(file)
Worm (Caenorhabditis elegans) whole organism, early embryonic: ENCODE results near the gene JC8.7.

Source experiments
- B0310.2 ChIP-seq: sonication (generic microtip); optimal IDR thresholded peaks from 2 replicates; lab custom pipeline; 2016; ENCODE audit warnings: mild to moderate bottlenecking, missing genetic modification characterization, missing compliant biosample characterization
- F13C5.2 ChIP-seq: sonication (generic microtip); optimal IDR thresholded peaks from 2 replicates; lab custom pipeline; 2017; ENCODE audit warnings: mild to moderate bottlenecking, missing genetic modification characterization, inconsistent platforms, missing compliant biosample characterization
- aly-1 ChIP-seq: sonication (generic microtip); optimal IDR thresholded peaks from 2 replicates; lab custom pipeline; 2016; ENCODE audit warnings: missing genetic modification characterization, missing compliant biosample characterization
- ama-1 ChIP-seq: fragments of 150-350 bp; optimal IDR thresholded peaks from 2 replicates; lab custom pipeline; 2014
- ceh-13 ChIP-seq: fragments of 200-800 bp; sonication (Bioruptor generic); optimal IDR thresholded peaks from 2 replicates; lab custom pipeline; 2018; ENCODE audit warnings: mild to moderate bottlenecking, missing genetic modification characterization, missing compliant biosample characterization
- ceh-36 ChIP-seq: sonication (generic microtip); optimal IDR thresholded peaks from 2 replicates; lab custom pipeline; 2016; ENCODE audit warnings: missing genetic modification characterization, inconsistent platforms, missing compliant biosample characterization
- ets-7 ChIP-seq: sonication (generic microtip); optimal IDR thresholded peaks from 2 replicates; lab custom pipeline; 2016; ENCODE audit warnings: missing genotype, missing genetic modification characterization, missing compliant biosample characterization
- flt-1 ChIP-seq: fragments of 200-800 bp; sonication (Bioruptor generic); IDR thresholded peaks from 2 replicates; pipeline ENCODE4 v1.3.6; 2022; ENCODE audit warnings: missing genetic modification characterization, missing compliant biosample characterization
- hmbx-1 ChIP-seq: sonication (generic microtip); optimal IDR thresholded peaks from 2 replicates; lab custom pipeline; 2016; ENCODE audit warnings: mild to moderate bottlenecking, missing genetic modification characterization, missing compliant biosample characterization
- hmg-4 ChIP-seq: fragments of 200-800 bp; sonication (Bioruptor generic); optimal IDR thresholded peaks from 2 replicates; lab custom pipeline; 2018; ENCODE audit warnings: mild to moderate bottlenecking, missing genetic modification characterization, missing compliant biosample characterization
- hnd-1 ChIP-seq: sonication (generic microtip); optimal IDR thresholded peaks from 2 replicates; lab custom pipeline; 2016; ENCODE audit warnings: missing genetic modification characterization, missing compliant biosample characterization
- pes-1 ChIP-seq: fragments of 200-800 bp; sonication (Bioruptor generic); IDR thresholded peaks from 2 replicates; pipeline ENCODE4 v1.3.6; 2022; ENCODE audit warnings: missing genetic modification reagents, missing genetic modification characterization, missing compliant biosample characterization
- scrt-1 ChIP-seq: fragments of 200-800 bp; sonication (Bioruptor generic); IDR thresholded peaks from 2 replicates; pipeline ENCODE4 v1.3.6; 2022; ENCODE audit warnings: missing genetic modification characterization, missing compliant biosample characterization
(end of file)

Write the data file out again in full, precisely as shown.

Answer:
Worm (Caenorhabditis elegans) whole organism, early embryonic: ENCODE results near the gene JC8.7.

Source experiments
- B0310.2 ChIP-seq: sonication (generic microtip); optimal IDR thresholded peaks from 2 replicates; lab custom pipeline; 2016; ENCODE audit warnings: mild to moderate bottlenecking, missing genetic modification characterization, missing compliant biosample characterization
- F13C5.2 ChIP-seq: sonication (generic microtip); optimal IDR thresholded peaks from 2 replicates; lab custom pipeline; 2017; ENCODE audit warnings: mild to moderate bottlenecking, missing genetic modification characterization, inconsistent platforms, missing compliant biosample characterization
- aly-1 ChIP-seq: sonication (generic microtip); optimal IDR thresholded peaks from 2 replicates; lab custom pipeline; 2016; ENCODE audit warnings: missing genetic modification characterization, missing compliant biosample characterization
- ama-1 ChIP-seq: fragments of 150-350 bp; optimal IDR thresholded peaks from 2 replicates; lab custom pipeline; 2014
- ceh-13 ChIP-seq: fragments of 200-800 bp; sonication (Bioruptor generic); optimal IDR thresholded peaks from 2 replicates; lab custom pipeline; 2018; ENCODE audit warnings: mild to moderate bottlenecking, missing genetic modification characterization, missing compliant biosample characterization
- ceh-36 ChIP-seq: sonication (generic microtip); optimal IDR thresholded peaks from 2 replicates; lab custom pipeline; 2016; ENCODE audit warnings: missing genetic modification characterization, inconsistent platforms, missing compliant biosample characterization
- ets-7 ChIP-seq: sonication (generic microtip); optimal IDR thresholded peaks from 2 replicates; lab custom pipeline; 2016; ENCODE audit warnings: missing genotype, missing genetic modification characterization, missing compliant biosample characterization
- flt-1 ChIP-seq: fragments of 200-800 bp; sonication (Bioruptor generic); IDR thresholded peaks from 2 replicates; pipeline ENCODE4 v1.3.6; 2022; ENCODE audit warnings: missing genetic modification characterization, missing compliant biosample characterization
- hmbx-1 ChIP-seq: sonication (generic microtip); optimal IDR thresholded peaks from 2 replicates; lab custom pipeline; 2016; ENCODE audit warnings: mild to moderate bottlenecking, missing genetic modification characterization, missing compliant biosample characterization
- hmg-4 ChIP-seq: fragments of 200-800 bp; sonication (Bioruptor generic); optimal IDR thresholded peaks from 2 replicates; lab custom pipeline; 2018; ENCODE audit warnings: mild to moderate bottlenecking, missing genetic modification characterization, missing compliant biosample characterization
- hnd-1 ChIP-seq: sonication (generic microtip); optimal IDR thresholded peaks from 2 replicates; lab custom pipeline; 2016; ENCODE audit warnings: missing genetic modification characterization, missing compliant biosample characterization
- pes-1 ChIP-seq: fragments of 200-800 bp; sonication (Bioruptor generic); IDR thresholded peaks from 2 replicates; pipeline ENCODE4 v1.3.6; 2022; ENCODE audit warnings: missing genetic modification reagents, missing genetic modification characterization, missing compliant biosample characterization
- scrt-1 ChIP-seq: fragments of 200-800 bp; sonication (Bioruptor generic); IDR thresholded peaks from 2 replicates; pipeline ENCODE4 v1.3.6; 2022; ENCODE audit warnings: missing genetic modification characterization, missing compliant biosample characterization